But as news of what had happened spread far and wide, Hart began to have bouts of depression and anxiety. Full of regret, he tried to blot it out by drinking more, and taking cocaine.
“I was in a bad place,” he tells BBC Sport. “Drink and drugs took a grip of me and it was very hard to stop.
“I used to go to the pub on my own and I couldn’t tell you how many beers I’d drink on a weekend. You feel like it helps your situation at the time but it never does.
“It came to a point that every weekend I’d spend most of my working wage on beer and cocaine.”
Kicked out of home by his partner, Hart went to live with his mum Dawn, but quickly became reclusive.
“I was getting comments whenever I walked down the street so I’d stay inside my mum’s home for weeks,” he says.
“It’s such a horrible feeling. I used to put on a brave face in front of people and then when I was alone these dark thoughts and feelings would haunt me.
“There were times I’d cry myself to sleep and wished I never woke up. If it wasn’t for the people around me I might have ended up taking my own life.”
Kee to a better life
One of the first people to contact Hart when he was at his lowest was Billy Kee, the Accrington Stanley forward who has opened up in the past about his own struggle with anxiety and depression.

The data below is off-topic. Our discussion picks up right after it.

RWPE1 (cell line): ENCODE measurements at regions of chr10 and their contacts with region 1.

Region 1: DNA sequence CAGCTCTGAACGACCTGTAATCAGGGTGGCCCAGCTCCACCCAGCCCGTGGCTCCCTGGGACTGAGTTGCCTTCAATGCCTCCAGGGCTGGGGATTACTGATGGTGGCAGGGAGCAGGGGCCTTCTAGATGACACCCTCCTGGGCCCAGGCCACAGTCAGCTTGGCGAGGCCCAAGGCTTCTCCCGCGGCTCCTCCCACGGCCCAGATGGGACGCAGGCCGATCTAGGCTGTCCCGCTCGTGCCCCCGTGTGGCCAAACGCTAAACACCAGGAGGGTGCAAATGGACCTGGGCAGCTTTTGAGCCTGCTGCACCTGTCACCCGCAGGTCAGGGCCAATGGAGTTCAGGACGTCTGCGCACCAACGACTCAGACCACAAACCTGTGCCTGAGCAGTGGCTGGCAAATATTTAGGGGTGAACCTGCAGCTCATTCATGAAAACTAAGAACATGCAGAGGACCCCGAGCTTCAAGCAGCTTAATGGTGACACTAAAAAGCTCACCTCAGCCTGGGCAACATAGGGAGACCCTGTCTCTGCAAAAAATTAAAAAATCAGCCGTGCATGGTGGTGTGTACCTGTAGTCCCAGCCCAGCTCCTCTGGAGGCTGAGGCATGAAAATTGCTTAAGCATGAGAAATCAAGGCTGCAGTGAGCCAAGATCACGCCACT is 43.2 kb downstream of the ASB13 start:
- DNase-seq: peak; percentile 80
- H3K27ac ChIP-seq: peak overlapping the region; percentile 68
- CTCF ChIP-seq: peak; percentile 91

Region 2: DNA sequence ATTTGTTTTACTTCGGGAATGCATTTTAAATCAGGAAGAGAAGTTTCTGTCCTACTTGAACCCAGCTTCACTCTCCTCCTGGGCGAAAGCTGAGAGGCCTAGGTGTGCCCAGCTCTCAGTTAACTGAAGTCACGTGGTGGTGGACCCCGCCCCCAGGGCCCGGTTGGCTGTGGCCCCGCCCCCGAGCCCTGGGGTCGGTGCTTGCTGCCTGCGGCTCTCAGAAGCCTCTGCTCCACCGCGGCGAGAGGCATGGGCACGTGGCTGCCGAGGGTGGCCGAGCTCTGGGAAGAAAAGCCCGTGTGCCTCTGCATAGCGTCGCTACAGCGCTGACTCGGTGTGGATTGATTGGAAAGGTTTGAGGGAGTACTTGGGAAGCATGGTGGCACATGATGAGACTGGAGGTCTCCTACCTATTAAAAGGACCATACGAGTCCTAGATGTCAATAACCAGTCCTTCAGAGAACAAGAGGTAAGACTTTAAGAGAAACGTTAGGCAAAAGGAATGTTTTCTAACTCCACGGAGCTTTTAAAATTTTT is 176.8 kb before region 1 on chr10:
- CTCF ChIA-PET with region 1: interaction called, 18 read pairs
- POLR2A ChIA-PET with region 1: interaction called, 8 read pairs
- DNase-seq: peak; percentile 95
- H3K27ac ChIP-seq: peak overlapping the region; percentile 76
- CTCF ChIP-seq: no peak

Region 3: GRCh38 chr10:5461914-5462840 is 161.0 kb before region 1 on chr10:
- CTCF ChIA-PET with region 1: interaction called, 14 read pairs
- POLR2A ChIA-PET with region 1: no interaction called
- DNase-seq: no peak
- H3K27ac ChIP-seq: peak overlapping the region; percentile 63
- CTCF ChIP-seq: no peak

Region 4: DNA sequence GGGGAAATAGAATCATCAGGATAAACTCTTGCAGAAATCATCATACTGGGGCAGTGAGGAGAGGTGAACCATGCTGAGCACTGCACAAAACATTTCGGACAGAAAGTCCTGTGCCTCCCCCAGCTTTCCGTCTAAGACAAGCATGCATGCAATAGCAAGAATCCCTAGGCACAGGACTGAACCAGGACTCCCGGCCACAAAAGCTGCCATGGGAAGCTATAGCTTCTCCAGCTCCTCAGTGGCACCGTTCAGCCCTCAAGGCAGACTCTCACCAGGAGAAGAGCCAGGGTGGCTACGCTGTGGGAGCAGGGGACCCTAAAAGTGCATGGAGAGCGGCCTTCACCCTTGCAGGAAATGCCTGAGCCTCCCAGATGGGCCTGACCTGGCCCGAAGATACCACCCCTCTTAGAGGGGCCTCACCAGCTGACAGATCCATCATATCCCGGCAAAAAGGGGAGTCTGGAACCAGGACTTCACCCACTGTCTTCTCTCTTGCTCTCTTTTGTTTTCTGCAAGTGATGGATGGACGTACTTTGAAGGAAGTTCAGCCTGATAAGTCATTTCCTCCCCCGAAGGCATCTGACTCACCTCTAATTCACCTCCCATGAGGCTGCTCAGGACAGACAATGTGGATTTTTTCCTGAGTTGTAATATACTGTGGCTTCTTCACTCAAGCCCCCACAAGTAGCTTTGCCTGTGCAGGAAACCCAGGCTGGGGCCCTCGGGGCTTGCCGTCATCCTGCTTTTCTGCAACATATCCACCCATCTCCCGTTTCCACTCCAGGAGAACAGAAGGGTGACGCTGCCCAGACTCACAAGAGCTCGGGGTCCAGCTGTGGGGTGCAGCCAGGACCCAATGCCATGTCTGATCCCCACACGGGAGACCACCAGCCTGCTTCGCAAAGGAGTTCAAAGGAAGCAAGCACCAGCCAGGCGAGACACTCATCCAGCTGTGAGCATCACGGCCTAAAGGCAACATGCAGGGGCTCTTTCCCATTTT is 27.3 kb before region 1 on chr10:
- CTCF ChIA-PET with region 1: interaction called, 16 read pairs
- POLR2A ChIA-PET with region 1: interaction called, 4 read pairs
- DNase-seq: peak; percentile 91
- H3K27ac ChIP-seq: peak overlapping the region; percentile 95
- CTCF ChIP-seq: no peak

The pair knew each another through football, and Hart, who has also been supported by close family members, says: “All of Billy’s advice was amazing. He is so easy to talk to and makes complete sense of everything.
“Once I realised I actually had all these people that loved and cared for me, these feelings of suicide slowly started fading.
“I am a totally different person now. I appreciate life so much more and I feel much better in myself as a person.”
Three months after being sacked by Clitheroe, Hart re-signed for nearby Colne and was leading scorer in the North West Counties League Premier Division in 2015-16.
He then turned out for several non-league clubs in the north west – including Ramsbottom United, Nelson, Northwich Victoria and Longridge Town – before receiving an offer to play in the the last great Himalayan kingdom.
From Longridge to mountains, monasteries and magic
With its scenic mountains and stunning Buddhist monasteries on hilltops, Bhutan is a traveller’s dream.